Charleston Church Shooter Says He's Not Mentally Ill

Dylann Roof was convicted last month on all 33 counts against him and faces either life in prison without parole or the death penalty.

CHARLESTON — Dylann Roof delivered a brief opening statement in the sentencing phase of his trial Wednesday, telling the jury that he is acting as his own counsel so that his lawyers won’t try to present evidence of mental illness.

The sentencing trial for the convicted Charleston church shooter began Wednesday after a one-day delay granted so that Roof could have more to prepare his defense. He has elected to represent himself during this phase of trial where the jury will decide if he receives a sentence of life in prison or death.

“It isn’t because I have a mental illness that I don’t want you to know about,” Roof said in his opening statement. “I’m not trying to keep a secret.”

“My lawyers forced me to go through two competency hearings,” Roof said. He says that the transcripts from those will be made public, adding “my self-representation accomplishes nothing.”

“The point is I’m not going to lie to you,” Roof said. “There’s nothing wrong with me psychologically.”

He said that his problem is “I trust people that I shouldn’t.”

In closing, Roof said “If you happen to remember anything that my lawyer said during the guilt phase of the trial I ask that you to forget it."

During the government’s opening statement, prosecutor Nathan Williams said that the government would show that Roof is not remorseful for what he did.

In outlining the evidence to the jury that Roof lacks remorse, Williams showed them a handwritten journal entry that Roof wrote in jail six weeks after his arrest.

“I would like to make it crystal clear that I do not regret what I did. I am not sorry. I have not shed a tear for the innocent people I killed,” the note reads. “I do feel sorry for the innocent white children forced to live in this sick country and I do feel sorry for the innocent white people that are killed daily at the hands of the lower races. I have shed a tear of self pity for myself. I feel pity that I had to do what I did in the first place. I feel pity that I had to give up my life because of a situation that should have never existed.”

Judge Gergel granted a request from Roof to have an extra day to prepare his defense after a hearing was held to decide if Roof remained competent to stand trial and self-represent. That hearing was closed to the public.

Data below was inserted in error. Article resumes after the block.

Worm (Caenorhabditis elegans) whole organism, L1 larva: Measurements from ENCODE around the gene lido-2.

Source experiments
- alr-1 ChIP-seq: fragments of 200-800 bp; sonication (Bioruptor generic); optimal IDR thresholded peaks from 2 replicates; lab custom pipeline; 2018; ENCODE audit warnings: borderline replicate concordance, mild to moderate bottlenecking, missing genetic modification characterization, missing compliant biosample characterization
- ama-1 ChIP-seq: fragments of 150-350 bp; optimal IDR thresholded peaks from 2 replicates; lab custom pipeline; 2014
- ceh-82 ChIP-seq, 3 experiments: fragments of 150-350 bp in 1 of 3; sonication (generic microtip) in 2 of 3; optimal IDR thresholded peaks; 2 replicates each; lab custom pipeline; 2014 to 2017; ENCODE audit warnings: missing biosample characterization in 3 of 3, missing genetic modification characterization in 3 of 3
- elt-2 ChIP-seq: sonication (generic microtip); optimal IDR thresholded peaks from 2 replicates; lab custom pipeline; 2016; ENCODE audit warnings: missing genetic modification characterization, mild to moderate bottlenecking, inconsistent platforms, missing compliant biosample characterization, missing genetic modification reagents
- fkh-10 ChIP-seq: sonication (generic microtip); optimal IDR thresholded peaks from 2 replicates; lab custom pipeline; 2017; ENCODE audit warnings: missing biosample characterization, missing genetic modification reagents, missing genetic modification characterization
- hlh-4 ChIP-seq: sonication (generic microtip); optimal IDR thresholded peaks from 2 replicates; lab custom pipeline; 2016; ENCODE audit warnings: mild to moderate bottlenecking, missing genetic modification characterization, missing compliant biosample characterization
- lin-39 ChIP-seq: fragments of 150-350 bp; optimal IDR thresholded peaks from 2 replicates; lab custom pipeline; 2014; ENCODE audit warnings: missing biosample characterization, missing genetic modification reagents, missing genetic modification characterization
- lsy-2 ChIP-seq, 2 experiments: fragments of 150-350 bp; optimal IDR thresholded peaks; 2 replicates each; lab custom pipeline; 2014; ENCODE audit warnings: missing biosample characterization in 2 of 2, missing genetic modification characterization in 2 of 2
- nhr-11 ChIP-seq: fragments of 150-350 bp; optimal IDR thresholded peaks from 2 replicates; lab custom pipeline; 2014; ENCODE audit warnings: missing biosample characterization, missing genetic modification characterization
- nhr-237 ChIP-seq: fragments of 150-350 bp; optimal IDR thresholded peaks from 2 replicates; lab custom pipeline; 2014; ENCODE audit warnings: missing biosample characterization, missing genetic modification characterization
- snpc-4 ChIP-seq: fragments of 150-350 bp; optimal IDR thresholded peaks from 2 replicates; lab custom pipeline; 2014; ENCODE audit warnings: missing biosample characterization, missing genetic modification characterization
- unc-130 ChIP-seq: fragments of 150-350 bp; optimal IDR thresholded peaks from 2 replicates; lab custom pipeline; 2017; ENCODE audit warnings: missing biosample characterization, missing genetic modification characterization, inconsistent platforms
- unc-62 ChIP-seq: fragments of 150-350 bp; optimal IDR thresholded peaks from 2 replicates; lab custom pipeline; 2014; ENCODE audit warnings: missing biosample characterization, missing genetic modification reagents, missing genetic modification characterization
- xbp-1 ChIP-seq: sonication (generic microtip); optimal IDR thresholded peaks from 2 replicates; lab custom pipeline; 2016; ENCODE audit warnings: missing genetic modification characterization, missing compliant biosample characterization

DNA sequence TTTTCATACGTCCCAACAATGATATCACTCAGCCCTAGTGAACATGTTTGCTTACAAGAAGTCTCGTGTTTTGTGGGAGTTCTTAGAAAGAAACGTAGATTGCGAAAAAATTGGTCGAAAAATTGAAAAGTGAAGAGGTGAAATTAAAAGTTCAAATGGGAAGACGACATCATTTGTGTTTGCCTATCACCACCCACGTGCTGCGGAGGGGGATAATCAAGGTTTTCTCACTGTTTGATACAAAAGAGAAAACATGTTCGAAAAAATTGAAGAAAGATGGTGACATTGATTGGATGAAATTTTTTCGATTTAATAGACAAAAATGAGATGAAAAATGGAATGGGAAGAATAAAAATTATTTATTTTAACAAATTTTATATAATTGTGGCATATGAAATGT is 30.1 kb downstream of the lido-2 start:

Acting as his own attorney, Roof is permitted to question witnesses and address the jury. But the judge has ordered that he not approach the witness stand or jury box during court proceedings.

Prosecutors said they may call as many as three dozen witnesses to testify during the sentencing phase. While Roof told the court that he does not intend to call witnesses or present evidence in his defense.

The first witness the government called Wednesday was Jennifer Pinckney, widow of Senator Clementa Pinckney, the first person shot during the massacre.

Pinckney described her late husband as “the person every mother would want her daughter to marry.”

For over an hour, Pinckney told stories from the witness stand about Sen. Pinckney and their life together.

Clementa started preaching at the age of 13. At 18, he was the pastor of a church near where he went to school. By 23, he was elected as a South Carolina state representative in Jasper County. Four years later, at 27, he was elected to the state senate.

“He was a voice for the voiceless,” Pinckney said.

Pinckney, who has two daughters with Clementa, was composed on the stand as she told heartwarming stories about her late husband.

Last month, Roof was convicted on all 33 counts during the guilt phase of the trial. After six days of evidence and testimony, the jury took just two hours to deliberate before deciding to convict. Seventeen of the charges Roof has been convicted of carry the possibility of the death penalty.

The only possible sentences available to the jury are either the death penalty or life in prison without parole.

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